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Purpose of 125gr .357 ammo?

Discussion in 'Handguns: Revolvers' started by peacebutready, Dec 2, 2018.

  1. peacebutready

    peacebutready Member

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    There is 158gr soft point and 125gr soft point ammo for the .357 mag. I know, or at least I think I know, the 158 grainers is for carbines to hunt with. Is the 125gr soft point for the same purpose (hunting)?
     
  2. cheygriz

    cheygriz Member

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    The 125 grain hollow point .357 magnum is a duty/self defence load. One of the very best available.

    Back in the dark ages when LEOs carried revolvers, it was pretty much "standard issue" in many departments.
     
  3. buck460XVR

    buck460XVR Member

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    Why can't one hunt with a 158gr JSP in a revolver? I do, regularly. Am I doing something wrong? No. 158 gr projectiles is what the .357 revolver was designed around.

    Construction of a bullet will denote it's primary use, so a 125 gr JSP can be intended for SD/PD/HD every bit as much as a JHP. Kinda what the old Remington 125gr JSPs were for. That said, I would tend to use a 158gr JSP for deer size game and the 125gr JSP for smaller critters like 'yotes. Most bullet/ammo manufacturers have something on their box of loaded ammo or on their website about what their specific bullets have been designed for.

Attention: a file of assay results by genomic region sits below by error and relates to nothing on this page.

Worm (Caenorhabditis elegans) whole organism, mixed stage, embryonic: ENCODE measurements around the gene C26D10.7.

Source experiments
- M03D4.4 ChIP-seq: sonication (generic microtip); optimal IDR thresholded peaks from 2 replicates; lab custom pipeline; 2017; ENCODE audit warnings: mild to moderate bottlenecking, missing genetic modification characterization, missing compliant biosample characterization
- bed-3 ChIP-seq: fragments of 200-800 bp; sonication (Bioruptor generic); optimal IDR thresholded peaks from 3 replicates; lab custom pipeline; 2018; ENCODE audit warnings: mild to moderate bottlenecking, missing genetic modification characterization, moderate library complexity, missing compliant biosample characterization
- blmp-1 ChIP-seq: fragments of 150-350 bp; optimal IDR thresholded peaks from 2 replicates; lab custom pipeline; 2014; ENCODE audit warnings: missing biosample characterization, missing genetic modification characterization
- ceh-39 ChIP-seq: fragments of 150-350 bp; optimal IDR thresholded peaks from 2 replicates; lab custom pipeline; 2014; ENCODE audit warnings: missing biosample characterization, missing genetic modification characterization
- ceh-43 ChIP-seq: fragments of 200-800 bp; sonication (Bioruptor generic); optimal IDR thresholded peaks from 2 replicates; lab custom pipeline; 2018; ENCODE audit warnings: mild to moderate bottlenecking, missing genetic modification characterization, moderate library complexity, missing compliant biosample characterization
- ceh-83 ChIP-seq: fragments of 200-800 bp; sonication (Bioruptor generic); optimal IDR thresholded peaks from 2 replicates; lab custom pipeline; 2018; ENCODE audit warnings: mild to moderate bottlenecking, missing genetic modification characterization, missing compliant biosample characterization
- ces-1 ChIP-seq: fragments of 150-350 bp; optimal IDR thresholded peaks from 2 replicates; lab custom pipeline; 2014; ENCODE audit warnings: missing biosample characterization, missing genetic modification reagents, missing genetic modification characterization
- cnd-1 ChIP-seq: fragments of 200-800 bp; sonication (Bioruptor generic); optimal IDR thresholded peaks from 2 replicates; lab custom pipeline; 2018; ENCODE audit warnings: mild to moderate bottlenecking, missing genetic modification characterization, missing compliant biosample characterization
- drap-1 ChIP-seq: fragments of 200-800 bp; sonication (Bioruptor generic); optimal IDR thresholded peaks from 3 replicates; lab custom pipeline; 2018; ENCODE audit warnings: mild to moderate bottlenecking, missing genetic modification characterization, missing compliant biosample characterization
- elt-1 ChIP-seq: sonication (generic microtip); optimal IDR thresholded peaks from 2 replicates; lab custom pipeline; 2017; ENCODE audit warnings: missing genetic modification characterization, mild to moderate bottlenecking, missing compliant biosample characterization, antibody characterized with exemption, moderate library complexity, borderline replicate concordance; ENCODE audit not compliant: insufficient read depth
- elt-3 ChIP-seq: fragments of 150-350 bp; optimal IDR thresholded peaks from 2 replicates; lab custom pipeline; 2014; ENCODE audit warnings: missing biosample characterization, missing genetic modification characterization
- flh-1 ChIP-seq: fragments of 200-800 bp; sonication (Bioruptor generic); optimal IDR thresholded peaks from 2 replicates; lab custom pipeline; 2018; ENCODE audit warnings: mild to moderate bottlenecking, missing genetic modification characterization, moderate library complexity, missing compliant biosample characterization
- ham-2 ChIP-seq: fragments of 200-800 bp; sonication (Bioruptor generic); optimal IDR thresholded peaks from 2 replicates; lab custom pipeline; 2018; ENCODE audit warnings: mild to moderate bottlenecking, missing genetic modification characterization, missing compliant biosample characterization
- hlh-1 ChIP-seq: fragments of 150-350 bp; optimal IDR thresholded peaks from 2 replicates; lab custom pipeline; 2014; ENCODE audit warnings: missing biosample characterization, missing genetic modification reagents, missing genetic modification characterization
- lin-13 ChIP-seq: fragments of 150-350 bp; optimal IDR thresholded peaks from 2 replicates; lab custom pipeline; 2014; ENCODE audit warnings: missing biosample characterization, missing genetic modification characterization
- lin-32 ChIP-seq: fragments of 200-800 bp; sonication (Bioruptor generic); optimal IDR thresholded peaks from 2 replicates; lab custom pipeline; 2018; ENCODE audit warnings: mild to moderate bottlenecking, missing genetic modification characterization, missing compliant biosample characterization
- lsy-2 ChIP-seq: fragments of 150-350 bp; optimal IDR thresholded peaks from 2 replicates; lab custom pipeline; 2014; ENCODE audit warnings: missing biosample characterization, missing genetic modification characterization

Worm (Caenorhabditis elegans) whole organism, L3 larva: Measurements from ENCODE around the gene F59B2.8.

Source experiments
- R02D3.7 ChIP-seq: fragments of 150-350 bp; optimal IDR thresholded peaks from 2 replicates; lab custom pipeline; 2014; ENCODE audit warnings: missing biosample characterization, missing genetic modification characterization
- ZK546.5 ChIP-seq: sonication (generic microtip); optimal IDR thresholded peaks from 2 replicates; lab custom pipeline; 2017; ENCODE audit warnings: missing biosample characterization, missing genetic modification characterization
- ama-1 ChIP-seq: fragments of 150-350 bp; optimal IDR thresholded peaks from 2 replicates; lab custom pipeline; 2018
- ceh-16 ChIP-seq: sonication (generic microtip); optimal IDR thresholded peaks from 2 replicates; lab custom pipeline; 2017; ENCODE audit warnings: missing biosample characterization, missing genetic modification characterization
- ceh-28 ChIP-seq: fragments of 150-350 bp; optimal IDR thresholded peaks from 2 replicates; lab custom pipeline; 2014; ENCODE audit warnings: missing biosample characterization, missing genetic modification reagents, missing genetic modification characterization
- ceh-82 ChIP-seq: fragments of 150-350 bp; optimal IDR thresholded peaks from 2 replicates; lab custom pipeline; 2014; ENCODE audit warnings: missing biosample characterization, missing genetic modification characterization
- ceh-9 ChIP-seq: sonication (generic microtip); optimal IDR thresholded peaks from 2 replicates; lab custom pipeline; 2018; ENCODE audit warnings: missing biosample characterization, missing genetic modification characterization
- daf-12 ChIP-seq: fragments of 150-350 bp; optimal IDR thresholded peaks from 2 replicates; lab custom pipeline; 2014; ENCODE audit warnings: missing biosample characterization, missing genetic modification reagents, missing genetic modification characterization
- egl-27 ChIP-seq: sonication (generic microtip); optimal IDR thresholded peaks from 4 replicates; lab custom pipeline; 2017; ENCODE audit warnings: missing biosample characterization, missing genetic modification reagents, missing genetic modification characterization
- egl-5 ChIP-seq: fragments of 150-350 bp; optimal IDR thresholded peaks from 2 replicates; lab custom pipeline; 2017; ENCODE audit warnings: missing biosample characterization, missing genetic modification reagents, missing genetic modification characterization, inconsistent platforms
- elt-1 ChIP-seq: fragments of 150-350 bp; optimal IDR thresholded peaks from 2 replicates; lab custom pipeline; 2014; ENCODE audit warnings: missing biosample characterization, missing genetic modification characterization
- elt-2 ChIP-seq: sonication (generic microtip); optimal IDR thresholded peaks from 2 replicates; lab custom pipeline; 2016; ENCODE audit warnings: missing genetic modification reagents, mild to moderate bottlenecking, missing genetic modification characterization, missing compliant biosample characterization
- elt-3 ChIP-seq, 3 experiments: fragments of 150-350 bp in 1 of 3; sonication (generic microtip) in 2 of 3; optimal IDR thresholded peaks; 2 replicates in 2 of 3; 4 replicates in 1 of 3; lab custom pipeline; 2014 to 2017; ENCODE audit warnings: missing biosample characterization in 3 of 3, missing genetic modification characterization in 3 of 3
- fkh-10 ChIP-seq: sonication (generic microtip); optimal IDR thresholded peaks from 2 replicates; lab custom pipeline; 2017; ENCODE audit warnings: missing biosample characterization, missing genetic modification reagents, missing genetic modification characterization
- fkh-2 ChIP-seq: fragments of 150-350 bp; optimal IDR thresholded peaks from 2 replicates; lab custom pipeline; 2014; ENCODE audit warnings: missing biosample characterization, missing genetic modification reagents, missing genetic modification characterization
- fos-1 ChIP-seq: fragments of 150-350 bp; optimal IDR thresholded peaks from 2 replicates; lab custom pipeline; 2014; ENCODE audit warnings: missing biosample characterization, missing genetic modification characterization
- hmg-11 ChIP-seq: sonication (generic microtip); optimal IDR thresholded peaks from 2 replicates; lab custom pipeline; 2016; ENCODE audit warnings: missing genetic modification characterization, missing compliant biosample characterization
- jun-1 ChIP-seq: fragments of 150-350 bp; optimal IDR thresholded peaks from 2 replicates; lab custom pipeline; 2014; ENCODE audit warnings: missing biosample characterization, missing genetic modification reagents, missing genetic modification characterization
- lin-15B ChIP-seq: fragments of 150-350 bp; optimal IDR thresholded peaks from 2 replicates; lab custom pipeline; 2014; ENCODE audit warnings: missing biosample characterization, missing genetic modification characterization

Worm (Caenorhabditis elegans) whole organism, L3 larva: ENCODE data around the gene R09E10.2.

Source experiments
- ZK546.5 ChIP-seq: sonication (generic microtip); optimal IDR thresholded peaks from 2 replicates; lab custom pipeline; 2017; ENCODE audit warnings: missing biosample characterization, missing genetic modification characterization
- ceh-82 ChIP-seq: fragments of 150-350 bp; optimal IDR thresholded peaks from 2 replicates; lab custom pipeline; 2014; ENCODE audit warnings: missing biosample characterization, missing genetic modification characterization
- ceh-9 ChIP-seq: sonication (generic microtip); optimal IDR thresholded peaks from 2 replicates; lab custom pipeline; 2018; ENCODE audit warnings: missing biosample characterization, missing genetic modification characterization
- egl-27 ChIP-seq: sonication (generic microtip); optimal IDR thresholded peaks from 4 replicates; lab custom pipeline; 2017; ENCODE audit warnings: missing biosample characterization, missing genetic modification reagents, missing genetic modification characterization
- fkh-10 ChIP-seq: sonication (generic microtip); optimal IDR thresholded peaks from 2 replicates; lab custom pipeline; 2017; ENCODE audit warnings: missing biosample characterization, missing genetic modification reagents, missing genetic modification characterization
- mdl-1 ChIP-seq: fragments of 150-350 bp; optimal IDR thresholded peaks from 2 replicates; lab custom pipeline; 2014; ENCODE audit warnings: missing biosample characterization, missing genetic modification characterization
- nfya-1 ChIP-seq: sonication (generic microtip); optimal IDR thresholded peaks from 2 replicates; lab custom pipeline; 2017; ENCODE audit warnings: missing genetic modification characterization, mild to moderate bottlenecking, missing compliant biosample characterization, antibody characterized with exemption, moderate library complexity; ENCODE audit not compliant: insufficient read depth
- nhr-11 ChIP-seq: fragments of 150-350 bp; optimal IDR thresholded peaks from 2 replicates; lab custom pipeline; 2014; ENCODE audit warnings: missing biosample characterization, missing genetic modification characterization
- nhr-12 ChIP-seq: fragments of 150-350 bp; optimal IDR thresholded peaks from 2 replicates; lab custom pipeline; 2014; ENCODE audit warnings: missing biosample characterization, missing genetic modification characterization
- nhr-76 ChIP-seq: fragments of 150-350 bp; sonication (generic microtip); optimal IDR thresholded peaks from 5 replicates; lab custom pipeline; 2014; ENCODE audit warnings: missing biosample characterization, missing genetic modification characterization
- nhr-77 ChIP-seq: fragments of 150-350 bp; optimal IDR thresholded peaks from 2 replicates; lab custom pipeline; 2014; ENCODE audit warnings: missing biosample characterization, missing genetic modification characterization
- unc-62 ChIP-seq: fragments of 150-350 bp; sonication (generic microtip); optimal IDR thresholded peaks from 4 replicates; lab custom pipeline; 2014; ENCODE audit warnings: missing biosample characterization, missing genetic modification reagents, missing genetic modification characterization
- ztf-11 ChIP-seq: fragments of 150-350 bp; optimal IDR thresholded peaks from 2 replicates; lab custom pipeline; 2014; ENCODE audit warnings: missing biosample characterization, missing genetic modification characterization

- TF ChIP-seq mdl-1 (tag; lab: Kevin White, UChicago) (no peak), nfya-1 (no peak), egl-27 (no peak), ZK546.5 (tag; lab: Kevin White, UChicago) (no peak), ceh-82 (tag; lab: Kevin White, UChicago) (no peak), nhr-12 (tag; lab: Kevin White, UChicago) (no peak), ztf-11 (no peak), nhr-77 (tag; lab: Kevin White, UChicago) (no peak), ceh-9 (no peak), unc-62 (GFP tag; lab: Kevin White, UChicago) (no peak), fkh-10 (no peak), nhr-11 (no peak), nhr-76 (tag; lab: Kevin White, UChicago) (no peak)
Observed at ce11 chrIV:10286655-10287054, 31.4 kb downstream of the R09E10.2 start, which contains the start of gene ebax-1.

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  4. gotboostvr

    gotboostvr Member

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    Generally speaking of course...

    125gr SD
    140gr light/medium game, SD
    158gr medium game, SD
    180gr medium/large game
     
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  5. RealGun

    RealGun Member

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    I believe you can drive the 125 to a velocity sufficient to achieve hollow point expansion with less recoil than the 158, so it becomes the winner for reloading the smaller guns that fire 357 Magnum. Some .357 bullets are even lighter, but I reserve those for 38 Special.
     
  6. CapnMac

    CapnMac Member

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    Because, long ago, 154gr was seen as a "heavy" round, mostly suitable for carbines or pistol hunting.
    The other ammo was 110gr, which was seen as "light" ammo. The 125gr was something of a compromise.
     
  7. BobWright

    BobWright Member

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    The 125 gr. JHP can be driven to very high velocities in the .357 Magnum and at moderate is a dandy varmint load. Great for crows, groundhog at closer ranges, etc.

    Bob Wright